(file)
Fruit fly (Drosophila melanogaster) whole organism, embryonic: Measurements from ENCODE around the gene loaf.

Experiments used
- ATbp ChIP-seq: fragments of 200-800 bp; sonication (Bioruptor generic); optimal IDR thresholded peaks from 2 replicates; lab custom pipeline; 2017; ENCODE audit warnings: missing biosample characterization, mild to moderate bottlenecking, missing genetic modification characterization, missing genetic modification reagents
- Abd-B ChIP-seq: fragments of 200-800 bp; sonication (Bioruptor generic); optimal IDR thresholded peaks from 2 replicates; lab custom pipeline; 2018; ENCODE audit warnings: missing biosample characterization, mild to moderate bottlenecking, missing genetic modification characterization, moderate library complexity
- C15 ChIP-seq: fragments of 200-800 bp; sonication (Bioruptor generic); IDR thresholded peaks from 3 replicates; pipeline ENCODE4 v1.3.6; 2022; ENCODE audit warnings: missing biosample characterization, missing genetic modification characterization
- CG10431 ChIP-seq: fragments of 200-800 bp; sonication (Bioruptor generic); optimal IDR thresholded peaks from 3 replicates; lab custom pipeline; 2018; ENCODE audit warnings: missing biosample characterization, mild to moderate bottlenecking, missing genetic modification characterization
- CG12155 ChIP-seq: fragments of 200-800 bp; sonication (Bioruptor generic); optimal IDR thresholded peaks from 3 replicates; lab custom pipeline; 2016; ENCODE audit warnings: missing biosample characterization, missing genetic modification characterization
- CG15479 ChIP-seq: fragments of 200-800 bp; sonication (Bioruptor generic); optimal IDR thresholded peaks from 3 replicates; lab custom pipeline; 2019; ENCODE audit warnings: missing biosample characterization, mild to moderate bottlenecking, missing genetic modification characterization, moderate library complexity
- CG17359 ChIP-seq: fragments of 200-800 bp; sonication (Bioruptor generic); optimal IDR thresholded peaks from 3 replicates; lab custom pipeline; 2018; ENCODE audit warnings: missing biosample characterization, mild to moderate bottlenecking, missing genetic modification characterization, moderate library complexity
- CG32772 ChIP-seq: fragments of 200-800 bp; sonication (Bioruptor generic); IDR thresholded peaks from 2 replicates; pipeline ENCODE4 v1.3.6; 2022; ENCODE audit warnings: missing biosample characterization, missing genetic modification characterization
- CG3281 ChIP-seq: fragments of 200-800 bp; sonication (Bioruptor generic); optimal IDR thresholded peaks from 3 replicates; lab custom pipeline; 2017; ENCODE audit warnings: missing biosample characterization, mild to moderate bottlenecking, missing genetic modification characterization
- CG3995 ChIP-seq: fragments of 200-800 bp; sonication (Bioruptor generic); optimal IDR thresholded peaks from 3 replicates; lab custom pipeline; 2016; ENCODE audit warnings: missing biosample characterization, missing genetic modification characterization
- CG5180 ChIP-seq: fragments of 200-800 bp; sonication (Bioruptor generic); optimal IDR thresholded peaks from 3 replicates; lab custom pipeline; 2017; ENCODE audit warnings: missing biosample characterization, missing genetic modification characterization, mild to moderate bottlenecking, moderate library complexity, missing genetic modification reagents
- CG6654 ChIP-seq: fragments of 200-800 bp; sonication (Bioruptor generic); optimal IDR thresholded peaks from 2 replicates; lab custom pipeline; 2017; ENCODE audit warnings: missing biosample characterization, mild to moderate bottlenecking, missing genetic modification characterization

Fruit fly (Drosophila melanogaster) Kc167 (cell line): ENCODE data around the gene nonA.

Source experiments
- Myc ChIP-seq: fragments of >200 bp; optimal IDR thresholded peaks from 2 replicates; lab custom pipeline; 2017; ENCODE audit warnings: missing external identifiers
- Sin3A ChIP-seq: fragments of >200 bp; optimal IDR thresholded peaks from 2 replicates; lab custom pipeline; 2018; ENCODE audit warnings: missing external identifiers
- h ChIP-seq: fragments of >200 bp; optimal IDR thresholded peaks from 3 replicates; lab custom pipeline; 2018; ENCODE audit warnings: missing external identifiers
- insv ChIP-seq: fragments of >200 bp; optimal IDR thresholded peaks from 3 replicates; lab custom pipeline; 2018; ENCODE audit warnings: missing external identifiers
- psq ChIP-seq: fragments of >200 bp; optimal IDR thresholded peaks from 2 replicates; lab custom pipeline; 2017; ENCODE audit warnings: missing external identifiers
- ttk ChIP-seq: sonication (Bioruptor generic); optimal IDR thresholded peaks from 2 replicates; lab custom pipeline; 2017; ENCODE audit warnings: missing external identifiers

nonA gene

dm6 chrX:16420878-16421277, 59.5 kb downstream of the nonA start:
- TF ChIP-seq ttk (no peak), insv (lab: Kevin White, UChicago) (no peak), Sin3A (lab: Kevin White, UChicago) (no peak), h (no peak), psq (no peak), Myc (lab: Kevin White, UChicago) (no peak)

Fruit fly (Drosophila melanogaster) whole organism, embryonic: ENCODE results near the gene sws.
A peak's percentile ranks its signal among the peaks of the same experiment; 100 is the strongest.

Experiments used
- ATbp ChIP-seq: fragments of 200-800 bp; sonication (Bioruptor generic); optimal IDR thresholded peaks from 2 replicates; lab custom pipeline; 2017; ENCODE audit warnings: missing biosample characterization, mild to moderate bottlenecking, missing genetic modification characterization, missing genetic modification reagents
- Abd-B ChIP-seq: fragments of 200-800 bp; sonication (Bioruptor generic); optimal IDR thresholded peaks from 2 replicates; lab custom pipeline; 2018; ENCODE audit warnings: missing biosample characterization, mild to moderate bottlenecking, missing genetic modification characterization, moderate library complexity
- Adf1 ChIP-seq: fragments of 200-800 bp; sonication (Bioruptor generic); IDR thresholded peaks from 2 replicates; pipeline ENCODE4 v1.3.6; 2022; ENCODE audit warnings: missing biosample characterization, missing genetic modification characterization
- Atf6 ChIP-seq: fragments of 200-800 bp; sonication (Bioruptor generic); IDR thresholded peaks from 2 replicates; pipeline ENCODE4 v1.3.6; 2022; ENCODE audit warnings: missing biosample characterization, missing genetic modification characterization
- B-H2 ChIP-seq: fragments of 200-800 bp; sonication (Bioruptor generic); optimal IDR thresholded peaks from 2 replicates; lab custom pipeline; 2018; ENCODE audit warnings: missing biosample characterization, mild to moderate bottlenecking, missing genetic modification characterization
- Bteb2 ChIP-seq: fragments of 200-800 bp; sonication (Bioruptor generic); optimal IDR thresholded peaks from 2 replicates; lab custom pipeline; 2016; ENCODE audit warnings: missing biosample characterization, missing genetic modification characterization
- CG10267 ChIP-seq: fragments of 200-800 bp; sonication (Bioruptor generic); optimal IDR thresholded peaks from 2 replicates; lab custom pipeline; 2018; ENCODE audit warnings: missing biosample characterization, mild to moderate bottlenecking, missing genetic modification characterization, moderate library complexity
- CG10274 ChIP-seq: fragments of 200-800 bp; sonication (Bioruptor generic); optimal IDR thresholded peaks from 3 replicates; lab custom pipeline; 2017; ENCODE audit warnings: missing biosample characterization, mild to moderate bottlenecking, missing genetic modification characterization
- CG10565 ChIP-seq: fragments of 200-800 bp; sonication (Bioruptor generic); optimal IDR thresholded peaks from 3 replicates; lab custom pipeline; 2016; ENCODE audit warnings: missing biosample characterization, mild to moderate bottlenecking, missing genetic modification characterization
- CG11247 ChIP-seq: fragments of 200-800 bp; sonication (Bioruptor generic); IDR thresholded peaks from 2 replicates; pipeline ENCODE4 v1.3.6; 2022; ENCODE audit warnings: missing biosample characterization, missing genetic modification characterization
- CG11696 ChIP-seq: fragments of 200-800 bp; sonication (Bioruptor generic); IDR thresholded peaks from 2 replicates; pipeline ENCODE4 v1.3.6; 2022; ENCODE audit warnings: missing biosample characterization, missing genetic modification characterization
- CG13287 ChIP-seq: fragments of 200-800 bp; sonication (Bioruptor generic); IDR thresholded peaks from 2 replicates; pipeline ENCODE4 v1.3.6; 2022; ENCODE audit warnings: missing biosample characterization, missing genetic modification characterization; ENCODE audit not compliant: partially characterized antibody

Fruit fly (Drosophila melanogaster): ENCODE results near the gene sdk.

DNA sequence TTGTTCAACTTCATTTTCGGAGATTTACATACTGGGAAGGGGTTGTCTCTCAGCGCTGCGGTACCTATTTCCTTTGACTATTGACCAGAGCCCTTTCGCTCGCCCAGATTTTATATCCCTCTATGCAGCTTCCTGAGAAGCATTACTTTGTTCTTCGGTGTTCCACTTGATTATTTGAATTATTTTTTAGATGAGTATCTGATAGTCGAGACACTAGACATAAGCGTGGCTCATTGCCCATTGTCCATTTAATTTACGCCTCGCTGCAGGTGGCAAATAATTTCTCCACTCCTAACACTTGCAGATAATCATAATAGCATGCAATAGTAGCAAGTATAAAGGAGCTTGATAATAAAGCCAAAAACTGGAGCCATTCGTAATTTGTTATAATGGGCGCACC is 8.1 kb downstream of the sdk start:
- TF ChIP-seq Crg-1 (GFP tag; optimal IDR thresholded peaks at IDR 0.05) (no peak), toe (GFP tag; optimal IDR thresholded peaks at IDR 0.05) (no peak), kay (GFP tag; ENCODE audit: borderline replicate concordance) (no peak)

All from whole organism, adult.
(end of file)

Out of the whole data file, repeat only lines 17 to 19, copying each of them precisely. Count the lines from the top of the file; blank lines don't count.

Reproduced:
- Myc ChIP-seq: fragments of >200 bp; optimal IDR thresholded peaks from 2 replicates; lab custom pipeline; 2017; ENCODE audit warnings: missing external identifiers
- Sin3A ChIP-seq: fragments of >200 bp; optimal IDR thresholded peaks from 2 replicates; lab custom pipeline; 2018; ENCODE audit warnings: missing external identifiers
- h ChIP-seq: fragments of >200 bp; optimal IDR thresholded peaks from 3 replicates; lab custom pipeline; 2018; ENCODE audit warnings: missing external identifiers